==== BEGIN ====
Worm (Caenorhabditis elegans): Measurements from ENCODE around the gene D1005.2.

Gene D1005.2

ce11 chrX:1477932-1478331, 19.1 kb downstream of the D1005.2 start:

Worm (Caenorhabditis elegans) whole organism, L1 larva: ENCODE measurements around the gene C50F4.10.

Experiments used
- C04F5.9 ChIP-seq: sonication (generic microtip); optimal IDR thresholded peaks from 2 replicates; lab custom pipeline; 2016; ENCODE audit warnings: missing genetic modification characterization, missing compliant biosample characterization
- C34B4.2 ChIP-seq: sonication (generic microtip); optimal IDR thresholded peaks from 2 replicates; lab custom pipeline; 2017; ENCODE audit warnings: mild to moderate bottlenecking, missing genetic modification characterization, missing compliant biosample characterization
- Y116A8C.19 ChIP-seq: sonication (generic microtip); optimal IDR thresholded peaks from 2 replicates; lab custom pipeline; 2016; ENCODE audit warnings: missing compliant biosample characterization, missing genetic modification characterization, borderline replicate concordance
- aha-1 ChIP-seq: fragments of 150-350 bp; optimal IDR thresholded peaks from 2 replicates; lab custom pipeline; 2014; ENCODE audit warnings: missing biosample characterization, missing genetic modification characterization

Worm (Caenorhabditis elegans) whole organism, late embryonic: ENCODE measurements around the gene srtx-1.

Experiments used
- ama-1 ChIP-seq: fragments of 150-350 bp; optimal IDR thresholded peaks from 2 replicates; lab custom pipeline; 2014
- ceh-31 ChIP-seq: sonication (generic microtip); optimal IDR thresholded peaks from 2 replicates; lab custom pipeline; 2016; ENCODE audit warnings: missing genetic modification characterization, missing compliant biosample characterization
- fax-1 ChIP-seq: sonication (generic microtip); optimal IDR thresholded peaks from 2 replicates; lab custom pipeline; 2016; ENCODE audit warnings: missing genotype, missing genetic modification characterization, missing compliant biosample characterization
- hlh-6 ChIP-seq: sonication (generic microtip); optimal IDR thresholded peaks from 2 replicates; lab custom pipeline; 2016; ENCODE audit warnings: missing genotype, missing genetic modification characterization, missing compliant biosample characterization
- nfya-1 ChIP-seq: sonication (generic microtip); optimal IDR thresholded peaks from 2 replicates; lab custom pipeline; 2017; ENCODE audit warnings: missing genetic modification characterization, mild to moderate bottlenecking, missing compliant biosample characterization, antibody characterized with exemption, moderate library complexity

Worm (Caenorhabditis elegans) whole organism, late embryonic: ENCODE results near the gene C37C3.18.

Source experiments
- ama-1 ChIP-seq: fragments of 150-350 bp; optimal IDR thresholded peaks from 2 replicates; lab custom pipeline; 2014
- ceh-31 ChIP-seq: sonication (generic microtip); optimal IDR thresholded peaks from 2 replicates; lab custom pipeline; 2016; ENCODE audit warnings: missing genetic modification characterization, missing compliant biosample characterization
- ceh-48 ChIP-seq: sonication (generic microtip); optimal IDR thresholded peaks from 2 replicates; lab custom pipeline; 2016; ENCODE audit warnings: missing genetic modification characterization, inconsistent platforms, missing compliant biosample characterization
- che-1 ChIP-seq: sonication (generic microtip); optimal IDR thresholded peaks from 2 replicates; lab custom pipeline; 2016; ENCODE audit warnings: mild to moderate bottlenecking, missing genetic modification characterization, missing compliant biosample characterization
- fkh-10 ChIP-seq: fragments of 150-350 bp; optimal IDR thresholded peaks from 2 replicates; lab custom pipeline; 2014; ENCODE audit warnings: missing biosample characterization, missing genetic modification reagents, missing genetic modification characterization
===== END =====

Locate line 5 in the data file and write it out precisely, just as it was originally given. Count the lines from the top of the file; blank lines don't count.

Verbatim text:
Experiments used